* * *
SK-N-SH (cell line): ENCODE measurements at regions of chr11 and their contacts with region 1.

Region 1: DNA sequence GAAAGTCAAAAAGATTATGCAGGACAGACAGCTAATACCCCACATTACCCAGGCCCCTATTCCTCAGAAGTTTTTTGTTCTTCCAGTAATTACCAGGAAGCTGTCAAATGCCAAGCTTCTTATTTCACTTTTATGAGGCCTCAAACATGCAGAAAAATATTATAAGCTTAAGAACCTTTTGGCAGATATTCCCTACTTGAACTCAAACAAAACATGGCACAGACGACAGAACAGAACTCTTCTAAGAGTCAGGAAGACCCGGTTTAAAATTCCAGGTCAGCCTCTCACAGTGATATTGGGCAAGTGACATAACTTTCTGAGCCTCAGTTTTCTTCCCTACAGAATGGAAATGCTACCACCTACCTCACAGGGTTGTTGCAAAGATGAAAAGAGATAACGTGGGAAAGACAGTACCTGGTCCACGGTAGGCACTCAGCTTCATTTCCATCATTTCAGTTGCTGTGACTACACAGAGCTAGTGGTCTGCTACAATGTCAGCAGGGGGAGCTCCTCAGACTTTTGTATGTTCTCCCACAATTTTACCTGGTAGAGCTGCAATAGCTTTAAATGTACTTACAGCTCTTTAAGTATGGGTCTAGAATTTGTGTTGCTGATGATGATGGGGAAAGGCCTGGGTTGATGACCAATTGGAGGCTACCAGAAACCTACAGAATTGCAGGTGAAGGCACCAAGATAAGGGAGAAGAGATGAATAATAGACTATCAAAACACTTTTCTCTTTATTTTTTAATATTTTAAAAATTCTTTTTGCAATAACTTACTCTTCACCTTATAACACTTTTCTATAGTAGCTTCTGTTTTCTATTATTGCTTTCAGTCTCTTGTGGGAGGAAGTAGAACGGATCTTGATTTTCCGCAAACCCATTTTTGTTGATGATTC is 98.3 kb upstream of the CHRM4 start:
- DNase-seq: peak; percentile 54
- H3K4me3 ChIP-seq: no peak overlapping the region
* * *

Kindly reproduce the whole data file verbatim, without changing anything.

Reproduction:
SK-N-SH (cell line): ENCODE measurements at regions of chr11 and their contacts with region 1.

Region 1: DNA sequence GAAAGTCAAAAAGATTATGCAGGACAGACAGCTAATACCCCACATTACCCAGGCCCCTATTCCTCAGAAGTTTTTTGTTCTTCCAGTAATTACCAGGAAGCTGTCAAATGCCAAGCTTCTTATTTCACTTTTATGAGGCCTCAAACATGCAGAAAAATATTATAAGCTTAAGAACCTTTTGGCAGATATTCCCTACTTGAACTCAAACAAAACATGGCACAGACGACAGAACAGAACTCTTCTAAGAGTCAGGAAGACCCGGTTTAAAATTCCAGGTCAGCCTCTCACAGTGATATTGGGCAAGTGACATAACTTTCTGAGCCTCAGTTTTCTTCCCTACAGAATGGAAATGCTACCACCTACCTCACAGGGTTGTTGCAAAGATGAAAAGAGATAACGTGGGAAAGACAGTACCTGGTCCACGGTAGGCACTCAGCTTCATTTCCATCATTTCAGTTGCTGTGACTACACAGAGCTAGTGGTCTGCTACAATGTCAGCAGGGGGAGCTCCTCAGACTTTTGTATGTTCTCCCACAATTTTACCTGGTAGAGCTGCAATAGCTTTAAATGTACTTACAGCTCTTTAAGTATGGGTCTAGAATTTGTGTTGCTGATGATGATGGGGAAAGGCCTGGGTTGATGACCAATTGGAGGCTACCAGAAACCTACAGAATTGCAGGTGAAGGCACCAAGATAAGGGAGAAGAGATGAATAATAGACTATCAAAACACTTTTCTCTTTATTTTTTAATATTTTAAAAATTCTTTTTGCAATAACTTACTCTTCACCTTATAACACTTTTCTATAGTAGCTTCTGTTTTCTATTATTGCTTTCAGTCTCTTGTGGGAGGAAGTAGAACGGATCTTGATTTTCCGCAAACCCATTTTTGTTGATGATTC is 98.3 kb upstream of the CHRM4 start:
- DNase-seq: peak; percentile 54
- H3K4me3 ChIP-seq: no peak overlapping the region